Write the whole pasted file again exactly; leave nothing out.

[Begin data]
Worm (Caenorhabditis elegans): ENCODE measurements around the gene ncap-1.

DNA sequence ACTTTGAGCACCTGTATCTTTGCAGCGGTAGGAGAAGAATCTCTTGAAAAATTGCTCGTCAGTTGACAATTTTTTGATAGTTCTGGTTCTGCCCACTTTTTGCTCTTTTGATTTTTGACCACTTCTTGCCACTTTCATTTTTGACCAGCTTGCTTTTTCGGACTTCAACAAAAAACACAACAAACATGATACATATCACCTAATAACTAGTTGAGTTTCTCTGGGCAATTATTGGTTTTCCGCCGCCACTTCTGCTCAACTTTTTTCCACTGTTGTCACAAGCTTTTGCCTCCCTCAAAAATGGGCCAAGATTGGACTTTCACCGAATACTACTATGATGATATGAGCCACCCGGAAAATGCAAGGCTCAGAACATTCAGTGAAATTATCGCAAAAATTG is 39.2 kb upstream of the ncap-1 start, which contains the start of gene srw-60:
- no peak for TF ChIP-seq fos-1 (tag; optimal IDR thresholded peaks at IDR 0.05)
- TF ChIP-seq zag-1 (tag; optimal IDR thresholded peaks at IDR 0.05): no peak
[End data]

Worm (Caenorhabditis elegans): ENCODE measurements around the gene ncap-1.

DNA sequence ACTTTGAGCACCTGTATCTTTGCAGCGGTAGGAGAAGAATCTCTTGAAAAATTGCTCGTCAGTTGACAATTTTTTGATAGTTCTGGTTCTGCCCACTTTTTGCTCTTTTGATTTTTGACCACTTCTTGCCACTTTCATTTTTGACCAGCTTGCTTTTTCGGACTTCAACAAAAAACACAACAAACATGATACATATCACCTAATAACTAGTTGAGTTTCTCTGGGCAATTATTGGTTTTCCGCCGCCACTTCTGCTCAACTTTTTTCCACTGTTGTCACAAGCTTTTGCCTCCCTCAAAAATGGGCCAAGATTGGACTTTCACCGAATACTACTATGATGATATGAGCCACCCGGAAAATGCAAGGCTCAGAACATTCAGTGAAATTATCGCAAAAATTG is 39.2 kb upstream of the ncap-1 start, which contains the start of gene srw-60:
- no peak for TF ChIP-seq fos-1 (tag; optimal IDR thresholded peaks at IDR 0.05)
- TF ChIP-seq zag-1 (tag; optimal IDR thresholded peaks at IDR 0.05): no peak